Tucked a few blocks off of University Avenue, across the street from Whole Foods in Palo Alto, a new Greek restaurant just opened with founders and chefs from Evvia, Kokkari, the Michelin-starred Village Pub and Mayfield Bakery. Taverna is named for the Greek word for tavern and intended to be a place to eat and drink in good company of friends and family.
I visited with a friend late on a Thursday night and was immediately seated at the last open table in the restaurant. There was a birthday party going on, so the waiters were busy but still very attentive. The staff was incredibly friendly and immediately served us dried and seasoned chickpeas as we looked over the menu. Since this was a Greek restaurant, I was really looking forward to some hummus, my favorite food group. However after glancing over the menu, I realized hummus might be a more Americanized-Greek good than I thought. Despite my initial disappointment, we ordered the tzatziki and pita to start, hoping it would satisfy the hummus craving.
Taverna is a relatively small space, which added to the cozy ambiance given by the warm glowing candles, soft geometric light structures, subtle blue and wooden accents and numerous citrus plants. Despite the comfortable and atmosphere, and since the space is small, the restaurant was very loud. I found myself shouting to my friend across the table.
However, this shouting was primarily us exclaiming how delicious the food was. The tzatziki appetizer came out and was absolutely delicious. The warm homemade pita bread drizzled with olive oil paired perfectly with the tangy yogurt dip. My only complaint was that I needed about five more pieces of pita.
We asked our waiter what he recommended for us to share, and he insisted on the grilled octopus and saganaki, a Greek flaming cheese. As we waited, our waiter remarked at how sad our wine glasses looked so empty. Acknowledging we were under 21, he insisted we try a traditional cherry soda, just so our wine glasses could be put to use. We laughed and approved. The cherry soda was sweet and bubbly and reminded me a little bit of a cranberry sauce from Thanksgiving dinner.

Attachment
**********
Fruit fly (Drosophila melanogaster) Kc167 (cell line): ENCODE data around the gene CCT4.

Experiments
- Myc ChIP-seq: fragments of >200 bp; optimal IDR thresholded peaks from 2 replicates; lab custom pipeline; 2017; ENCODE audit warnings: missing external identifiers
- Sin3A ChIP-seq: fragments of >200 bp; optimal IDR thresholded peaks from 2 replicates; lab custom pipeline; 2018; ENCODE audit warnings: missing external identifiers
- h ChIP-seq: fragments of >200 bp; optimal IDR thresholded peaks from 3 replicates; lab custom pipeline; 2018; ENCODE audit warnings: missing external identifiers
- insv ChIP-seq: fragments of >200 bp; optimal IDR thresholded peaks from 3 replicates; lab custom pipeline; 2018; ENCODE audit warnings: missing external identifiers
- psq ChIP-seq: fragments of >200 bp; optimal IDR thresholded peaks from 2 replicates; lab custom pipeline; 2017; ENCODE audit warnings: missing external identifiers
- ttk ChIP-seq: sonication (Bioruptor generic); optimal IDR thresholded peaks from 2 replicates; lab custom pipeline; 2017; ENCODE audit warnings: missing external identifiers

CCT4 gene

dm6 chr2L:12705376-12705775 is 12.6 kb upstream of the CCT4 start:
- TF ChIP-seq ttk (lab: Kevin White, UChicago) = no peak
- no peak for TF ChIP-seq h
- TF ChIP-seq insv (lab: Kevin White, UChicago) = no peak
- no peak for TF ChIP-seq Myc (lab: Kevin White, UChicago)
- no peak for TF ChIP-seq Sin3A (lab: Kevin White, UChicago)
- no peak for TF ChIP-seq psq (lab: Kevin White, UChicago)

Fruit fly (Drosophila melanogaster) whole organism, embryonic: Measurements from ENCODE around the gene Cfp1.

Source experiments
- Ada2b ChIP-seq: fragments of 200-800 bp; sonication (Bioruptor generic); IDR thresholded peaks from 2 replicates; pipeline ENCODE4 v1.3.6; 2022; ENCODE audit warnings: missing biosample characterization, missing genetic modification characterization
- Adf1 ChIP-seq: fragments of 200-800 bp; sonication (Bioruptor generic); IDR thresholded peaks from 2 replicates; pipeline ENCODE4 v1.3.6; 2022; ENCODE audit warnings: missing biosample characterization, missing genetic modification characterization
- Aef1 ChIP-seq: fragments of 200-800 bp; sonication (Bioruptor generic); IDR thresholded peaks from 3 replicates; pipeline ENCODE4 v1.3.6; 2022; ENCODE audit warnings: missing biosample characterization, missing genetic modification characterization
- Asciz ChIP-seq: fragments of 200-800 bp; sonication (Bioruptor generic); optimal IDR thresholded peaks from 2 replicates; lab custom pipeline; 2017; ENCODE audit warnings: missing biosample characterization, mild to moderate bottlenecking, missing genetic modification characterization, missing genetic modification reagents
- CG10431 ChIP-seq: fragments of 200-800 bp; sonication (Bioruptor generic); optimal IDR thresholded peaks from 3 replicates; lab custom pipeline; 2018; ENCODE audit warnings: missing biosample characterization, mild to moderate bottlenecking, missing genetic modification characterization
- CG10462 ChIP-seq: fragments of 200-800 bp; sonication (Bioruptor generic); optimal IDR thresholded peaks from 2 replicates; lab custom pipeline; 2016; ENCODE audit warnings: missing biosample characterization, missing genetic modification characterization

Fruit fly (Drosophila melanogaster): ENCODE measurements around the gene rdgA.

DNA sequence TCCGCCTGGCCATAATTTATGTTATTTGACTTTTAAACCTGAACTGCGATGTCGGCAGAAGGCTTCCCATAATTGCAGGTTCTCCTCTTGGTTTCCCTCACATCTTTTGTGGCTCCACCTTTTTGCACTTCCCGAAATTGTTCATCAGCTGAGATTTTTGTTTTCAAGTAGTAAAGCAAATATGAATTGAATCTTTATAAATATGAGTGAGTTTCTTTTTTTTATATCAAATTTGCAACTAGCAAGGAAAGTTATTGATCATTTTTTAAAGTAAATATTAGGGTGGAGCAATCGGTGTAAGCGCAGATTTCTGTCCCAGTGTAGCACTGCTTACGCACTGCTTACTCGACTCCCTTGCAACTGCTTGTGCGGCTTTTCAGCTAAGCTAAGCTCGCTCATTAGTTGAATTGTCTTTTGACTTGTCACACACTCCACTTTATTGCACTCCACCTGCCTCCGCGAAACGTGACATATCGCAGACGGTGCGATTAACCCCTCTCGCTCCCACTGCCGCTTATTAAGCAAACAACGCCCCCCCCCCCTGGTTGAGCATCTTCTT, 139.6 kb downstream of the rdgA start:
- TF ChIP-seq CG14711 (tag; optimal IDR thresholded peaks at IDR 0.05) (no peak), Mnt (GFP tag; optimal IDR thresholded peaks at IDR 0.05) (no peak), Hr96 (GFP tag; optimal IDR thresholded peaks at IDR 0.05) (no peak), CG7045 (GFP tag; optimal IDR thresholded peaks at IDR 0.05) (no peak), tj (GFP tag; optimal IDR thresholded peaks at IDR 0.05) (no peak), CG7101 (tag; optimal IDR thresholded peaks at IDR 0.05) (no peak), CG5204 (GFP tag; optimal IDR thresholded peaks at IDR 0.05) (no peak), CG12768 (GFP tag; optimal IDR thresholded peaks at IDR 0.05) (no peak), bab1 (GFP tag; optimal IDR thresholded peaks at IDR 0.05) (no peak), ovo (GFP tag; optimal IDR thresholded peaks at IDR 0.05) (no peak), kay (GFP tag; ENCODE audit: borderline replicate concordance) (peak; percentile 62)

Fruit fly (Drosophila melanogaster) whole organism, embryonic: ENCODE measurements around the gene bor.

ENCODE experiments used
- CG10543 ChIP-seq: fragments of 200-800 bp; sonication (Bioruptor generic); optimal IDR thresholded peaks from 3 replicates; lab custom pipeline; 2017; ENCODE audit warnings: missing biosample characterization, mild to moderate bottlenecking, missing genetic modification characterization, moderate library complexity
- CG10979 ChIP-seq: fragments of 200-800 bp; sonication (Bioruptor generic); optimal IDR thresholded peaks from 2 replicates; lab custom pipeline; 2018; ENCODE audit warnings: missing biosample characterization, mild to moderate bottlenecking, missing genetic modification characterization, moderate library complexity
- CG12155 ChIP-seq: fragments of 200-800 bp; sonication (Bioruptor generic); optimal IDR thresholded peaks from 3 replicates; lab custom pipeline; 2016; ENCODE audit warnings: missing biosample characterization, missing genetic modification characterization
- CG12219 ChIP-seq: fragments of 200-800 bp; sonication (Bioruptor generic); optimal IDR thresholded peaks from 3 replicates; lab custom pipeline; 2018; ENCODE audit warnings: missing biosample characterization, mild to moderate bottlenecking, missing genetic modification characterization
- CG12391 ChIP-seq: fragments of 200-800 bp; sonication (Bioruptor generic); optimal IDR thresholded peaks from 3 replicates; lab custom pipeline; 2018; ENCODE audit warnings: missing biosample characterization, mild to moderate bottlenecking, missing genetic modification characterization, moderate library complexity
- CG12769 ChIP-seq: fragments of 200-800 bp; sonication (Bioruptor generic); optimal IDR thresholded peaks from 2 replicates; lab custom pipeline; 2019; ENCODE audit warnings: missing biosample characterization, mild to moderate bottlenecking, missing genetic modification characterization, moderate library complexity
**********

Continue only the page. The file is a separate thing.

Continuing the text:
As we sipped our “wine,” we saw our waiter lighting a small black skillet on fire. The fire raged intensely for a few seconds as he set it in front of us along with a basket of bread. After the fire extinguished itself and our waiter added a flourishing lemon squeeze, a wedge of gooey cheese with grilled onions and peppers on top sat between my friend and me. We both smiled and immediately began generously lathering our slices of bread with the melting cheese. The oozing cheese with the sweet onions and spicy peppers made an irresistible combination.
The cheese absolutely took the prize for its presentation, but the deep purple octopus came out with an understated sophistication. The slight acidity balanced the smokiness of the grill perfectly. The octopus came on a plate with smears of Greek fava (which I thought was going to be fava beans but was in fact mashed split peas. Upon further research, fava beans are rarely used in Greek cooking because a significant portion of the population is allergic to them), capers and pickled radish leaves. The mixture of flavors and textures made this dish the most dynamic of what we tried and an absolute must if you are willing to try something a little outside the ordinary.
My friend was a little nervous about the octopus order (which she ended up loving), so she wanted our last course to be on the safer side. We ordered the “game hen” to finish our meal. The chicken was tender and cooked perfectly, covered in a flavorful skin to make for a delicious bite each time. The chicken came with crispy potatoes, which were reminiscent of very fancy french fries. There was also a carrot, asparagus and kale salad tossed on top of the chicken and potatoes. The salad was average and could have tasted a lot fresher if there had been less dressing coating the vegetables.
After all this food, both my friend and I were stuffed and happy. Our friendly waiter offered dessert, and the ice cream at the table to our left did look very tempting, but the fact that we were almost in a food coma kept us from ordering any ice cream, cookies or cake.
Taverna’s motto is that “every day is a gift,” and I can’t help but smile as I think how lucky I am to be at Stanford enjoying quality company and cuisine. This cuisine, however, does come at a pretty steep price — but the local ingredients and friendly atmosphere make the price worth it. That being said, Taverna just may have to be one of those restaurants you visit while your parents are in town.
Overall, the restaurant was wonderful. Sometimes new restaurants can take a few weeks to work out the kinks, but it was obvious that this restaurant was founded by seasoned veterans who intend to waste no time in having Taverna become a local, cozy staple.
Contact Blake Sharp at blakesharp ‘at’ stanford.edu.